Anyway, I’m heading offline and going out for a bike ride with my hubbie. But just wanted to say that if you were spewing out the same shit as everyone else, I wouldn’t be taking the time to write this comment or read your blog. And I don’t give a shit about the ads on your site either.

    • gabkad on August 10, 2014 at 10:14

      Liz, have you tried those triptan medications? One of my patients uses almotriptan and it works. It’s literally life saver for her because otherwise she is vomiting and has to stay in a dark room for at least 1 day. She has classic migraine with unilateral pain in her forehead plus all the other horrifying stuff.
      It is not cheap but who cares if it works.

    • Gemma on August 10, 2014 at 13:23


      My sympathies, Liz.

      I can only offer my n=1 protocol which cured my life-long migraines (absolutely no attack in more then a year), composed of strict gluten-free diet + keeping the dietary approach described here at FTA: various fibers, no vegetable oils, healthy fats, some probiotics, lots of fruits and veggies, garlic, onions, chocolate, honey, coffee, keeping circadian rhythms, oil pulling with sesame oil, etc.

      Avoiding glutamate of course too, and definitely no ibuprofen never ever, as it destroys the gut endothelium and you are worse in longer term. Stop using it. A very cold shower is better then ibuprofen.

      You must combine fermented foods with some fats as there is natural level of glutamate there, and eating it alone is bad.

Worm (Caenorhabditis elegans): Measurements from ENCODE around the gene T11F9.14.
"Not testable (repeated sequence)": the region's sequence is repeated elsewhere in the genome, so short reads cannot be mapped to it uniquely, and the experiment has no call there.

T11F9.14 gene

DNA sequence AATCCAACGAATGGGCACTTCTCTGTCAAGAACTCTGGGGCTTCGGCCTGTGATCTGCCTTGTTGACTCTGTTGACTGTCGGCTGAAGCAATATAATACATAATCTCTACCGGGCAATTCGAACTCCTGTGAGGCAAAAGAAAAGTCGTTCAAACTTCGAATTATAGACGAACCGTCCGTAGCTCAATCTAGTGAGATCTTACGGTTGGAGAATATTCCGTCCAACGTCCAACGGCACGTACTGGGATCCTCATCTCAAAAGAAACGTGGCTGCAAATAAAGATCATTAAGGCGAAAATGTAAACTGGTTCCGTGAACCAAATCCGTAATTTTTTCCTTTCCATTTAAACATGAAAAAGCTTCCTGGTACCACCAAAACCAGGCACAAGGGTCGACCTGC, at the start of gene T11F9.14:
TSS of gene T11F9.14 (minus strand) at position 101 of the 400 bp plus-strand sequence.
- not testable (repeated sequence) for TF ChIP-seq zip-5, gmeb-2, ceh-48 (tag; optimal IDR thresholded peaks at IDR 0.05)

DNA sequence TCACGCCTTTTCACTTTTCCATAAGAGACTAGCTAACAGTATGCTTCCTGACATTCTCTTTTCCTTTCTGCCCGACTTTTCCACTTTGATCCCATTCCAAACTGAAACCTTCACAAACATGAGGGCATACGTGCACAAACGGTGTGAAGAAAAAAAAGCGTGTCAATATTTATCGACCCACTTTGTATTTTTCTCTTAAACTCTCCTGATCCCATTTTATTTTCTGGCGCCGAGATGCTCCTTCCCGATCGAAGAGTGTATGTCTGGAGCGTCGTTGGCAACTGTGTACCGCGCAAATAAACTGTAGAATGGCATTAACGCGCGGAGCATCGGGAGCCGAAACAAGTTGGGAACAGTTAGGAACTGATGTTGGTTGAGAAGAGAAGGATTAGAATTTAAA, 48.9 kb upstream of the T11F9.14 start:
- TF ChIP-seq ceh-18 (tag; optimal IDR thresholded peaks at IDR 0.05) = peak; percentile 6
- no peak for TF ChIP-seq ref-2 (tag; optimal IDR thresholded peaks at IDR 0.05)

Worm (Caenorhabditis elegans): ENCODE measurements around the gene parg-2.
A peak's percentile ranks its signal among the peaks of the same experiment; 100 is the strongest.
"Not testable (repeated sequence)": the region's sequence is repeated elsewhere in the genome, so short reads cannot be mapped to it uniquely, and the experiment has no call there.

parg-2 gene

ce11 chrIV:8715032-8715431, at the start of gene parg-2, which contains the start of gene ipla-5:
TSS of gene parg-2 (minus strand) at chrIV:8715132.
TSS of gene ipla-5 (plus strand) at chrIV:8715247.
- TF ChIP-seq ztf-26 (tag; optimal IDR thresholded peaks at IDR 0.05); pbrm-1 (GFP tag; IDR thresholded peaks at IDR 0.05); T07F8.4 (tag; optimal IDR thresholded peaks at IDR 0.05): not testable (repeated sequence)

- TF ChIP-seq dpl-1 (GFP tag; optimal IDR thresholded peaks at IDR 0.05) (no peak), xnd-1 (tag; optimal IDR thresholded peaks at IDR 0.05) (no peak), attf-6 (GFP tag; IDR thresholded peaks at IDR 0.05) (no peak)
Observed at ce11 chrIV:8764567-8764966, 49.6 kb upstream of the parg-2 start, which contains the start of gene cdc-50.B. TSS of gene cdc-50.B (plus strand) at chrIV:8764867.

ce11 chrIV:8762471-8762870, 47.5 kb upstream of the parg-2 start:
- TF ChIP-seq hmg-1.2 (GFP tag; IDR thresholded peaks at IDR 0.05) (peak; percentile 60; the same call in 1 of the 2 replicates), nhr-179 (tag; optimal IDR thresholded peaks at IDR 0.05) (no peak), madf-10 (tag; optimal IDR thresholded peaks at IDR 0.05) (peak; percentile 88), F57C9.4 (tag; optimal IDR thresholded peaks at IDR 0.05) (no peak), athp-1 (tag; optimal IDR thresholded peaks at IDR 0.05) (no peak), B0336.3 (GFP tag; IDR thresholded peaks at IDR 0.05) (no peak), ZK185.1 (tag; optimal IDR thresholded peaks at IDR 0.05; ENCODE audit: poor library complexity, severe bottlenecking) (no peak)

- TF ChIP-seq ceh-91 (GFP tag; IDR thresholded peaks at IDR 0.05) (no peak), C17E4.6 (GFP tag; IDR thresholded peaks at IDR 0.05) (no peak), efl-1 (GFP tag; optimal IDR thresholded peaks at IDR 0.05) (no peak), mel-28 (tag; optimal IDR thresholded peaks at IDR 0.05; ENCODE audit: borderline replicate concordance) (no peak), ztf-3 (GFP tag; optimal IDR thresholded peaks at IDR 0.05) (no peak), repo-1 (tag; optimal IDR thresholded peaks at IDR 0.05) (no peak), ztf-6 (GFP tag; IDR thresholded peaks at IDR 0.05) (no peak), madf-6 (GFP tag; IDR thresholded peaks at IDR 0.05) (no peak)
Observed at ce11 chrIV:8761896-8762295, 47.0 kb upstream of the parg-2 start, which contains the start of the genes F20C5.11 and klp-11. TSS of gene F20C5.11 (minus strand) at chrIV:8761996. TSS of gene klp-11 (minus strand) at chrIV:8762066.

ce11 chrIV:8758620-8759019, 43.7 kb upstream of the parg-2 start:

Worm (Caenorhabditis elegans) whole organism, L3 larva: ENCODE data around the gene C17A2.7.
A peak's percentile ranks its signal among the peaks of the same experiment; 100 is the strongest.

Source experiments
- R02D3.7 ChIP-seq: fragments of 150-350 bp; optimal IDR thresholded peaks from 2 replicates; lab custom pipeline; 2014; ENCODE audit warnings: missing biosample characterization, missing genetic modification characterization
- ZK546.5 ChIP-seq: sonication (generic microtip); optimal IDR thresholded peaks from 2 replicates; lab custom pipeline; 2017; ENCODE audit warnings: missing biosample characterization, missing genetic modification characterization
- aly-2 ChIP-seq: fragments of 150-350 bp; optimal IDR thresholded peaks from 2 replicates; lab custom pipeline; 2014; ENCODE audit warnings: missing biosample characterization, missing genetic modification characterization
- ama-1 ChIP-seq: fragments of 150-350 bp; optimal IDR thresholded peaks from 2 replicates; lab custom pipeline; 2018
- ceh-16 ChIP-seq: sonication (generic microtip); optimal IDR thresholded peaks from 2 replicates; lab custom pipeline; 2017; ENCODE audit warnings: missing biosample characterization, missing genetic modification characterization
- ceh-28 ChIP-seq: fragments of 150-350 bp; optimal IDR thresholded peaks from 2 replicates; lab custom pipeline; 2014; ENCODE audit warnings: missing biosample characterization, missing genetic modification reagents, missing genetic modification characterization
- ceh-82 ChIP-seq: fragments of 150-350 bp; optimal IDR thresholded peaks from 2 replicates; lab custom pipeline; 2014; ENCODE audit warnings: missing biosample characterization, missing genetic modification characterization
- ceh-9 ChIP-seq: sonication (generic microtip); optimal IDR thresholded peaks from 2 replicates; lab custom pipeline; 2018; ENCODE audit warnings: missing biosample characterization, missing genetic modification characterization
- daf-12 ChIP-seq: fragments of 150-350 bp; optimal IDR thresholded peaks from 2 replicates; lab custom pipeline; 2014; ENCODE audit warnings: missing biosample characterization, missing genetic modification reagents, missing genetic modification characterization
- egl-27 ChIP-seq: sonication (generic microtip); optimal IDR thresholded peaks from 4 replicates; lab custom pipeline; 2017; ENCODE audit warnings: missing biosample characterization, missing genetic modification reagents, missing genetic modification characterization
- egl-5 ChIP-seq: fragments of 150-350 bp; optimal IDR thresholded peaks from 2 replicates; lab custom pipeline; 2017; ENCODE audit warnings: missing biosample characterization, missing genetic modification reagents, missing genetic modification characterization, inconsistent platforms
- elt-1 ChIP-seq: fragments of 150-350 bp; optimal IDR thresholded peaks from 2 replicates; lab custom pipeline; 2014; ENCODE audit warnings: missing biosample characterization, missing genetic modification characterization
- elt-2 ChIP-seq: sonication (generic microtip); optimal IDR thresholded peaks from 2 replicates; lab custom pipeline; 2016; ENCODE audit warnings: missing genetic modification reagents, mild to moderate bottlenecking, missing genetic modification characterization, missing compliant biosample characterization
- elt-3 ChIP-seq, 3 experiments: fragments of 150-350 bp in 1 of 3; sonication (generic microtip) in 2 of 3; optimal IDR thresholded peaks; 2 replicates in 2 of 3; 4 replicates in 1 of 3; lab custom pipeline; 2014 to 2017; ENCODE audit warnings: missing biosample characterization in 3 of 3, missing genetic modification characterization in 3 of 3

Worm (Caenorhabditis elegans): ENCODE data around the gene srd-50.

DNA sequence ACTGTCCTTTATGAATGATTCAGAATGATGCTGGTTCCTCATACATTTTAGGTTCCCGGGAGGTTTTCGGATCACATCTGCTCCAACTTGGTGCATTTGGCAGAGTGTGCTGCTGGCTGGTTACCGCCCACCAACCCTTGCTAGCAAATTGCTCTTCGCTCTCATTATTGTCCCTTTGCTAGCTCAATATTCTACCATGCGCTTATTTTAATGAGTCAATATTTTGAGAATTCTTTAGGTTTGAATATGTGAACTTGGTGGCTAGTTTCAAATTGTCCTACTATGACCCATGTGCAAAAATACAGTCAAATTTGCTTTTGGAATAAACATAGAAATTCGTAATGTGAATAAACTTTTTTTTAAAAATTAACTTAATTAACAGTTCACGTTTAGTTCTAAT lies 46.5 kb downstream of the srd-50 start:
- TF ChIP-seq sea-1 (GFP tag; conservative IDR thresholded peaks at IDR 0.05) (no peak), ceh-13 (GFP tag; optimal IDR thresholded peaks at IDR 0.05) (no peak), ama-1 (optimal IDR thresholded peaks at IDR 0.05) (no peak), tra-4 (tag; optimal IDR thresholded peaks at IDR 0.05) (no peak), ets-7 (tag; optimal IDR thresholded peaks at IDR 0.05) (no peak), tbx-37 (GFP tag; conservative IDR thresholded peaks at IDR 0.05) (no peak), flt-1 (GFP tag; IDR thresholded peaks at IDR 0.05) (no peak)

What is 99% pure diet? Can you specify?

    • Richard Nikoley on August 10, 2014 at 14:07


      You need to write up something like “THE FTA DIETARY PROTOCALS according to a reader.

      Would be fun. This blog is such a mishmash of stuff and it would be cool to have a readers perspective on tidbits, putting it all together.


    • Gemma on August 11, 2014 at 05:51


      I apologise deeply, not much time at the moment to write a nutritional article.

      But I really feel with the migraine sufferers — you should know that it is possible to get rid of it completely. I have no problem with red wine now, I would not be afraid of travels or afternoon sun and all those triggers… Though in my case, removing gluten was the key and I do not know what would happen if I started eating a lot of gluten foods again.

      8 migraines a months – that sounds like a nightmare to me.

      There is a good overview on different factors in triggering migraine:

      “Role of magnesium, coenzyme Q10, riboflavin, and vitamin B12 in migraine prophylaxis”

      The full PDF is available from researchgate, just google it. Page 10 shows the complicated set of possible factors, each influencing the other. You need a good balance of all of them: magnesium, riboflavin, homocystein, cobalamin, folate, (vitamins A, D, K, too).

      Supplementing may help but what if you feed some “caged vipers” which steal your precious supplements or prevent their absorption? So in my opinion the way is to set the gut flora in the right balance, and the bugs will produce the vitamins for themselves, will not be forced to steal them and even leave some for you too.

      You cannot have balanced gut flora on restricted paleo diet or god forbid, keto diet. Perhaps you are on a pill, who knows, all that matters and plays a role. And good sleep and exercise and all that is needed too…

      Avoiding glutamates is important as in some people it interferes with folate metabolism. And folate is not the same as folic acid in supplements. Good set of articles here:

      Hope it helps.

    • eddie on August 14, 2014 at 12:52

      some tips….

      do the migraines appear around the time of your period… before or during?>?

      damp day or dry in house….ever do a mold test

      many foods can give you migraines , you may not even know you have a problem to a food.